Normal-weight cats vary depending on breed. The ideal body weight for adult domestic shorthair cats ranges from 2.5 kg (5 lb) to 3.2 kg (7 lb). This range includes purebred cats, except Siamese, Himalayan, Maine Coon, Russian Blue, Persian, Exotic Shorthairs, and American Curl.
Breed-specific recommendations for ideal cat weights vary widely. Some recommend a minimum of 1.8 kg (4 lb), while others suggest up to 4.0 kg (9 lb). However, most experts agree that overweight or obese cats should never weigh over 5.5 kg (12 lb).
Health Risks Factors in Obesity
The risk of obesity is associated with several health problems, including diabetes, heart disease, stroke, certain types of cancer, osteoarthritis, and sleep apnea. In addition to physical health issues, people who are obese tend to experience emotional distress, including depression and social isolation.
A study published in the journal JAMA Internal Medicine found that being overweight or obese increased the chances of developing Type 2 diabetes, hypertension, high cholesterol, asthma, and arthritis. Other studies have shown that obese cats are at greater risk of becoming overweight adults.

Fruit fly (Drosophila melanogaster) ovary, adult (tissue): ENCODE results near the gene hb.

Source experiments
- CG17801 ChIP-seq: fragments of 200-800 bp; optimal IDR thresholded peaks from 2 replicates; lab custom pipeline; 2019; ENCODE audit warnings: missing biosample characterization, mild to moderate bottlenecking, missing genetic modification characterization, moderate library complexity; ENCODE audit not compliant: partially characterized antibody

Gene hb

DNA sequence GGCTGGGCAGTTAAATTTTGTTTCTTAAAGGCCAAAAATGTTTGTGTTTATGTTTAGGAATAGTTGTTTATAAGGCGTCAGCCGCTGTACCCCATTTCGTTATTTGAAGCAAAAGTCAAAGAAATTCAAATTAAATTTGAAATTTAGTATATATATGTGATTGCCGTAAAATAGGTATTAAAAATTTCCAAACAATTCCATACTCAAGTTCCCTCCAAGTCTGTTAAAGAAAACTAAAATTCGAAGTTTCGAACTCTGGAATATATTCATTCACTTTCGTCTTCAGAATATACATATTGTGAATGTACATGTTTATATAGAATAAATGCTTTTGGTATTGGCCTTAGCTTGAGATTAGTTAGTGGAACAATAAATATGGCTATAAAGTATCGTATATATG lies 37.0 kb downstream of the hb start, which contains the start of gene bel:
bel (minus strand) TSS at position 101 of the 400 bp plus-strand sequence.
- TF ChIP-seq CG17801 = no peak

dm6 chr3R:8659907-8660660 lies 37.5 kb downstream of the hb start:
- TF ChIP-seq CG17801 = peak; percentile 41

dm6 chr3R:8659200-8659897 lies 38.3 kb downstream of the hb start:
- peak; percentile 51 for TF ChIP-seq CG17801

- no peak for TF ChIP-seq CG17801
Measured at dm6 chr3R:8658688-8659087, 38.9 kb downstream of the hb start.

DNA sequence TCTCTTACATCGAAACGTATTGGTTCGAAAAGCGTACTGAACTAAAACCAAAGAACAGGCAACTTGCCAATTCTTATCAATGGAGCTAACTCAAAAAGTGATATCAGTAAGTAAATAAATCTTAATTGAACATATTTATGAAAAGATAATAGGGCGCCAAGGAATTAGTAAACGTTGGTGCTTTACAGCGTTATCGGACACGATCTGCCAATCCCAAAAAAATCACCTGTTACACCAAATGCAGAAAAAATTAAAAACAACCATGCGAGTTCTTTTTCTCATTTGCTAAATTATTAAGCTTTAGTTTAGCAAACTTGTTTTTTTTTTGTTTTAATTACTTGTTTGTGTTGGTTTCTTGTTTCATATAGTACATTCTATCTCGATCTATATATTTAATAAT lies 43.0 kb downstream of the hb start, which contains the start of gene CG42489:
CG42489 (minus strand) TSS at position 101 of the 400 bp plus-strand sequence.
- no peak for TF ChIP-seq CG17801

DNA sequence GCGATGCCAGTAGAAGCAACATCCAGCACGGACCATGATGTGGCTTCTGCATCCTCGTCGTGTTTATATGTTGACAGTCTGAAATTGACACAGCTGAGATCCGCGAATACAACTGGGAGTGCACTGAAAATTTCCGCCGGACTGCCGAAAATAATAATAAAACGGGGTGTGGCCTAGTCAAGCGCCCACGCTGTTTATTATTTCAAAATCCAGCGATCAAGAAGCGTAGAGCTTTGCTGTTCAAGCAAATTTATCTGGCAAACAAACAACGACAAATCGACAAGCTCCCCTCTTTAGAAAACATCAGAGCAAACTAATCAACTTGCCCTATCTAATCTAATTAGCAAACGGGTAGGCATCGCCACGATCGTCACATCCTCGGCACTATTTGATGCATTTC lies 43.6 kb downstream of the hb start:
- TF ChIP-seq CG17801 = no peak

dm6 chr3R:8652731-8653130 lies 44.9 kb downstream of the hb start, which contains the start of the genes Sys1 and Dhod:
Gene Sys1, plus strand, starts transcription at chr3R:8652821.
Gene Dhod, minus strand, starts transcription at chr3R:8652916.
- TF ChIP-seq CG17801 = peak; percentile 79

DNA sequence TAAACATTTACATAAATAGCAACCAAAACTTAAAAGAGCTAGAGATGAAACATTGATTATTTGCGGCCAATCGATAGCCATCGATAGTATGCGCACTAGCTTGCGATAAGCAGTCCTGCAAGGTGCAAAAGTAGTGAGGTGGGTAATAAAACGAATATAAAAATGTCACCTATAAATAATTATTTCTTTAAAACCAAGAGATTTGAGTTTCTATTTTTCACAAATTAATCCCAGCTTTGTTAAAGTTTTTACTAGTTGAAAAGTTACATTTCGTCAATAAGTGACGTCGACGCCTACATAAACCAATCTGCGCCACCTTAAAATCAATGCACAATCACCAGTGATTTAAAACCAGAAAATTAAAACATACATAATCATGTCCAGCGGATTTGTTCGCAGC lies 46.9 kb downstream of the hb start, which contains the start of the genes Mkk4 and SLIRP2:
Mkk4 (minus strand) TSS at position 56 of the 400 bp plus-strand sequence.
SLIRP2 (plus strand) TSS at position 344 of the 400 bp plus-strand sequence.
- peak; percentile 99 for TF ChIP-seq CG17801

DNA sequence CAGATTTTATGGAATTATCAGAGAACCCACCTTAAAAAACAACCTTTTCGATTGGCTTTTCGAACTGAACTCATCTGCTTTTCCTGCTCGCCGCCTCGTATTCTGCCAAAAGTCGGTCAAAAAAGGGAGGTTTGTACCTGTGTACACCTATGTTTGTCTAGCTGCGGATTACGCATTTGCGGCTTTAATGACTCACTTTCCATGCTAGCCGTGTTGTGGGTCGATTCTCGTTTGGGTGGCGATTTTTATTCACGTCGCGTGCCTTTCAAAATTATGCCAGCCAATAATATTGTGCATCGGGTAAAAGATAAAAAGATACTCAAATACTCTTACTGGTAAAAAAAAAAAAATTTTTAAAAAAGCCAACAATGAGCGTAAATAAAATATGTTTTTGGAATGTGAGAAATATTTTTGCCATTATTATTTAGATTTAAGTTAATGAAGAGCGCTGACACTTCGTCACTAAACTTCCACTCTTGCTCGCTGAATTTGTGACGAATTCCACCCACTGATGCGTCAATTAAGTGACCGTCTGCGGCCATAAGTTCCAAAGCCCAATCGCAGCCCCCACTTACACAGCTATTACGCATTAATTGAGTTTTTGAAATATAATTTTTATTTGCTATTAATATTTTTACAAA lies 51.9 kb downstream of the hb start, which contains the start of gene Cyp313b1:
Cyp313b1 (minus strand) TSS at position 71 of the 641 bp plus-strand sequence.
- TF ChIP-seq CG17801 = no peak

The Centers for Disease Control and Prevention of obesity estimates that about one-third of American adults are obese. In addition, a recent report from the CDC showed that nearly half of Americans are either obese or overweight.
What Causes Cats to Become Obese?
Cats are built for running, leaping, and hunting. Therefore, they typically gain excess weight when consuming more calories than they expend. However, certain types of cats are more susceptible to weight gain than others, including neutered males, older cats, indoor cats with decreased opportunities for activity, and cats fed diets high in fat and protein.
Cats have been known to get obese due to many factors, including genetics, diet, environment, age, stress, illness, and pregnancy.